Yesterday, we shared with you some tips on properly identifying replacement property in your exchange. Today, we conclude this series with a few final thoughts. Each should become a requisite part of your process, so that your exchange does not fail because you made an error in identifying replacement property. Manner Of Identification – This must be in writing and signed by the investor, and the property must be unambiguously described. This generally means identified by address or legal description. If the property is one where the investor is acquiring less than 100% interest, the percentage share of the acquisition must be identified, too. Provide Information To The Right Person […]

Six Tips For Identifying Your 1031 Exchange Property – Part 1

The IRS is strict when it comes to applying the rules governing 1031 exchanges. Every year, hundreds of proposed exchanges fail because the investor fails to meet one of the requirements set forth in the code. One of the biggest areas where mistakes are made? Identifying the replacement property. To make sure you don’t make a misstep here and jeopardize your next exchange, we offer our top tips for identification. Tomorrow, we will share our final tips. 3 Property Rule – There are different rules that set forth how many possible replacement properties may be identified by an investor, but most follow this rule. It allows an investor to identify […]

Yes, You Can Use a 1031 Exchange for a Vacation Home

For many individuals, the sale and replacement of a second home will incur capital gains taxes. The good news is that, if appropriate rules are followed, these homeowners can benefit from the tax-deferral benefit of a 1031 exchange. The rules governing such transactions are explained in Revenue Procedure 2008-16. Here the IRS offers clarification to a previously confusing section of 1031 code. As of March 10, 2008, vacation home exchanges will qualify if all of the following are met: Relinquished Property The owner must have held the vacation home for at least 24 months prior to the exchange. For each 12-month period preceding the exchange, the vacation home must have […]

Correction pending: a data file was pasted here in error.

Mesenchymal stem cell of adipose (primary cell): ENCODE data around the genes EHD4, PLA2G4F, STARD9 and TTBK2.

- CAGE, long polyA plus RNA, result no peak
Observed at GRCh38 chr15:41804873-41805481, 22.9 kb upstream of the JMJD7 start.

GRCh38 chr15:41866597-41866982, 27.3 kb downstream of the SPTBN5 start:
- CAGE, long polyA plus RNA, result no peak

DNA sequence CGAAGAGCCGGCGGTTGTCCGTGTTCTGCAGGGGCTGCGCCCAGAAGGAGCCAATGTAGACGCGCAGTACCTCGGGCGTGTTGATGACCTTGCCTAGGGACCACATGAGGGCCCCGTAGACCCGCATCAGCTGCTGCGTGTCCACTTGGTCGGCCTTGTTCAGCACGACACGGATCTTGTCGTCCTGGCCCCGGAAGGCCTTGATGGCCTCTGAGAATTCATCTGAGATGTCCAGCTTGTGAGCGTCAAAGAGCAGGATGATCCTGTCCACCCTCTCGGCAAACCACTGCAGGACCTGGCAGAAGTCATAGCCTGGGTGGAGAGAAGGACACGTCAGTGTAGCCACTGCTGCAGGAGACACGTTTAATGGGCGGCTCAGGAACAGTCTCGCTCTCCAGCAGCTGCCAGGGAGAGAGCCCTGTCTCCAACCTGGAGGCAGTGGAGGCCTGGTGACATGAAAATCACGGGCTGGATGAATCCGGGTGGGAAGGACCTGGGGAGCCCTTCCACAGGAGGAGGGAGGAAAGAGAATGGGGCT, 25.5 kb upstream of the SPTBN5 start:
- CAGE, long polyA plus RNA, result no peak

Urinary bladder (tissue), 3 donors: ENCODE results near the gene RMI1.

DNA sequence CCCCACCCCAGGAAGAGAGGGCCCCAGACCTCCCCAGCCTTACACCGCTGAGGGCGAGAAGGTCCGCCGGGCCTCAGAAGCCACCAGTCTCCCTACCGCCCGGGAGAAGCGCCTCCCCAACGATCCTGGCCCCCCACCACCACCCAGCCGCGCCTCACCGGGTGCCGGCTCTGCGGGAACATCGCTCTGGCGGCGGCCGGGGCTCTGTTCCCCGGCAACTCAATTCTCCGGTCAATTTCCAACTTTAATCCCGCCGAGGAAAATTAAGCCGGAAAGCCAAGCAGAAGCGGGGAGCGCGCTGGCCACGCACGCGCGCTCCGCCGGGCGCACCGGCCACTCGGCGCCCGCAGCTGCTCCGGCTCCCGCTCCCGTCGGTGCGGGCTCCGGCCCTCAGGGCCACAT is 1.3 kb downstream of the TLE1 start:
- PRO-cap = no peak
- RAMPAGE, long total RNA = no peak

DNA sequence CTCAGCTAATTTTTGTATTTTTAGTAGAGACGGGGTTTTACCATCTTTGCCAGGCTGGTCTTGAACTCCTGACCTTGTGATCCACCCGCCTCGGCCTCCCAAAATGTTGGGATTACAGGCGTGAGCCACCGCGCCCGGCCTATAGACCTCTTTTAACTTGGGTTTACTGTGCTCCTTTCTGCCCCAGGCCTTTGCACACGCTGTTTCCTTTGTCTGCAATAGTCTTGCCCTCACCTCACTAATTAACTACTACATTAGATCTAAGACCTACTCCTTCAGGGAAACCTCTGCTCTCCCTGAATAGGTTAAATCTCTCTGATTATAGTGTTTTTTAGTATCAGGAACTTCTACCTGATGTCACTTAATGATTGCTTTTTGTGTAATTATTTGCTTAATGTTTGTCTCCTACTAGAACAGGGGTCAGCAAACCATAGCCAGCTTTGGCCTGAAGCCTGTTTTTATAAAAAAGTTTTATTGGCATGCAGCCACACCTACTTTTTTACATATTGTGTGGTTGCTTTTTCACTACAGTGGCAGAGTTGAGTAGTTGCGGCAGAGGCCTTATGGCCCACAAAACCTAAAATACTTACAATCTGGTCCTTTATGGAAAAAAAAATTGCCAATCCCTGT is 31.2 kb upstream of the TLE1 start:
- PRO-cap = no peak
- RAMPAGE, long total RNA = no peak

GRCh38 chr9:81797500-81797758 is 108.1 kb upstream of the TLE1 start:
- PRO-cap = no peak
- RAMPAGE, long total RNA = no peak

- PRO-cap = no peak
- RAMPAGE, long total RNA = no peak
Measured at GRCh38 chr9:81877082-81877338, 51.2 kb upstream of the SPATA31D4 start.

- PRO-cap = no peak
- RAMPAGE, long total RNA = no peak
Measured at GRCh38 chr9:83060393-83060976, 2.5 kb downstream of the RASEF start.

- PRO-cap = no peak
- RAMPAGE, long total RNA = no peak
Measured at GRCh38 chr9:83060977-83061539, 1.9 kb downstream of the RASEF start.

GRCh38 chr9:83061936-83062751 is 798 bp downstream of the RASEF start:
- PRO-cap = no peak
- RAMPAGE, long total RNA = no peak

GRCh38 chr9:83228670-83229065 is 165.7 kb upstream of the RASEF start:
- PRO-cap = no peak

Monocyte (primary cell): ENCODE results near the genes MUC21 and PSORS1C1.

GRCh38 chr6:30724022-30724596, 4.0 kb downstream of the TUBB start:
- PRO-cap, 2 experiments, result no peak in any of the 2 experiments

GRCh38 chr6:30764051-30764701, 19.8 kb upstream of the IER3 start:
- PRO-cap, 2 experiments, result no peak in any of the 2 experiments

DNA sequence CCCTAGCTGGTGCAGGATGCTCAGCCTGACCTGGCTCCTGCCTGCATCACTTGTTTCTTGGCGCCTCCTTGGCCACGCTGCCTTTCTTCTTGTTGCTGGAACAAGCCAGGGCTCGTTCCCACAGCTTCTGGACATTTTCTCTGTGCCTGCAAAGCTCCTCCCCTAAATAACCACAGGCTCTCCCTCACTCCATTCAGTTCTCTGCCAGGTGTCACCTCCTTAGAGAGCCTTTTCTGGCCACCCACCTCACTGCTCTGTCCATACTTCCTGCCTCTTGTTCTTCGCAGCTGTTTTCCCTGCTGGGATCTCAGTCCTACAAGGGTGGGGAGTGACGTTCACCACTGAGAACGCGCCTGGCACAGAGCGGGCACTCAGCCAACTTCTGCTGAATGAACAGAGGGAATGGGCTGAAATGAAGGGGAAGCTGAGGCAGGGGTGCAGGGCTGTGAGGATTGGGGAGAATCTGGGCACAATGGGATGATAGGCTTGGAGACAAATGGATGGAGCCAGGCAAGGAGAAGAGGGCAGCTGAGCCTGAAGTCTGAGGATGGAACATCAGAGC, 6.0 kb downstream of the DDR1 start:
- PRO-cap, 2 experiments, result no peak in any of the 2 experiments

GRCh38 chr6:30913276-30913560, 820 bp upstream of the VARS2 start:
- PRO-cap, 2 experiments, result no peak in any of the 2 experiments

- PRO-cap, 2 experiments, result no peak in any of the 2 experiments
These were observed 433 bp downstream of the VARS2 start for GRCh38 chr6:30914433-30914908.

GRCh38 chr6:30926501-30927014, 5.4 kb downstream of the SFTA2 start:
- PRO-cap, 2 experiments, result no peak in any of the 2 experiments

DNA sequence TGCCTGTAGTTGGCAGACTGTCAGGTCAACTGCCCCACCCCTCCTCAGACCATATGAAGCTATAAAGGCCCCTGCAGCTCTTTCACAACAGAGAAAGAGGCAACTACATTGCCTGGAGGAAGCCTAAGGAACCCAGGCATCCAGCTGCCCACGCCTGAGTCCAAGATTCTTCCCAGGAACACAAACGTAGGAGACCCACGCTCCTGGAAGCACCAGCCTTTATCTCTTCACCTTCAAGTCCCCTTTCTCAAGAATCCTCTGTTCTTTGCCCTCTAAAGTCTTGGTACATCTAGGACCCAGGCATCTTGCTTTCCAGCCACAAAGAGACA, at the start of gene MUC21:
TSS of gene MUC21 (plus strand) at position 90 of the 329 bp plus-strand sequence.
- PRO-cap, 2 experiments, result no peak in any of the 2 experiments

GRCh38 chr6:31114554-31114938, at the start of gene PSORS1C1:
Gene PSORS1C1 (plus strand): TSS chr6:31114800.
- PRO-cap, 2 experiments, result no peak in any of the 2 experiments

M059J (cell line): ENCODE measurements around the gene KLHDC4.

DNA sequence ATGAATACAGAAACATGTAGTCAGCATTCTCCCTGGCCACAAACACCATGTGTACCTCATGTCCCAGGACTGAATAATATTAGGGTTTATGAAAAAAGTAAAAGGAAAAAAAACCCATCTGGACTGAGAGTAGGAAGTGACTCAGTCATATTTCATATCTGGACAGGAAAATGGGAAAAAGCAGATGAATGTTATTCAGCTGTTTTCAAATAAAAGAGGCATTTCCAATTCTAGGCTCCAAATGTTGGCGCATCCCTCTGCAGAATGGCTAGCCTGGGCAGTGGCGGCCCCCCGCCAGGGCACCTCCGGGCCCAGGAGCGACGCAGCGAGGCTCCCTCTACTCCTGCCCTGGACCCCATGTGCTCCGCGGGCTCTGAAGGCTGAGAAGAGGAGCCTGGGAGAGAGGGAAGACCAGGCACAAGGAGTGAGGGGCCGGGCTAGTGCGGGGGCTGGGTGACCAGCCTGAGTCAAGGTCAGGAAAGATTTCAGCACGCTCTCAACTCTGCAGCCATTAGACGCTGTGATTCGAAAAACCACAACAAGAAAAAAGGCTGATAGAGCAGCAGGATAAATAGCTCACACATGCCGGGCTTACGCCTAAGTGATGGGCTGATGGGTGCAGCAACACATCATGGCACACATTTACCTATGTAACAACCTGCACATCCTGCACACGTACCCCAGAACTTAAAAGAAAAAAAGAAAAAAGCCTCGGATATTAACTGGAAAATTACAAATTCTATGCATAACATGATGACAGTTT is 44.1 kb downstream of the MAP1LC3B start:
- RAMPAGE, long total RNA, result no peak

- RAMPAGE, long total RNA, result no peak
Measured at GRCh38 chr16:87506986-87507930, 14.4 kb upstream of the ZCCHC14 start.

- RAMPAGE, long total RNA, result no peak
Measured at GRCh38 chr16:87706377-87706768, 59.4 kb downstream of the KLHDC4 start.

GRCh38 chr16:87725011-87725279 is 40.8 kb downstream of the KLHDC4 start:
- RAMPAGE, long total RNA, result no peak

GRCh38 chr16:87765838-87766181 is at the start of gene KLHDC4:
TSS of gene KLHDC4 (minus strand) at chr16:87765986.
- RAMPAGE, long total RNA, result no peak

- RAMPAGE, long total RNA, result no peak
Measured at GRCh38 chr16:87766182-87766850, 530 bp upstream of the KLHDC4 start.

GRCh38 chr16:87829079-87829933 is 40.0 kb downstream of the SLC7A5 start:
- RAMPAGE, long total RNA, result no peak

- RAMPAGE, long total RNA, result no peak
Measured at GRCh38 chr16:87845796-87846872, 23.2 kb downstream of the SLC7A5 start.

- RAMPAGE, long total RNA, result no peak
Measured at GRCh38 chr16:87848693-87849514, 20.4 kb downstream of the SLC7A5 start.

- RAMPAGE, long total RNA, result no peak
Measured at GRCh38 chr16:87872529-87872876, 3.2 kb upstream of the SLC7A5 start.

Key Vocabulary for 1031 Exchanges

Key Vocabulary for 1031 Exchanges

If you’re new to the world of section 1031 of the IRS Tax Code, the terminology that comes along with these tax-saving exchanges can be confusing. To help you understand the phrases you will undoubtedly hear if you choose to complete a tax-deferred 1031 exchange, here’s a list of the key terms you will come across. Like-Kind: A term that refers to the nature or character of the property being exchanged. In order for the exchange to qualify for tax-deferred status, both the relinquished and replacement property must meet the IRS definition of like-kind. Boot: This is the fair market value of any non-qualified property you receive during the exchange. […]

How Will Tax Reform Impact Commercial Real Estate Markets?

It’s no secret that any tax reform coming out of Washington may include repeal of popular Section 1031. This section of the tax code is what allows real estate investors to sell one property and reinvest the proceeds into “like-kind” property and avoid capital gains taxes. So if reform does axe this popular tax benefit, it makes sense that such an action could have significantly negative affects on the commercial real estate market. Read here for a detailed analysis of how commercial real estate brokers are interpreting the impact of any such tax reform.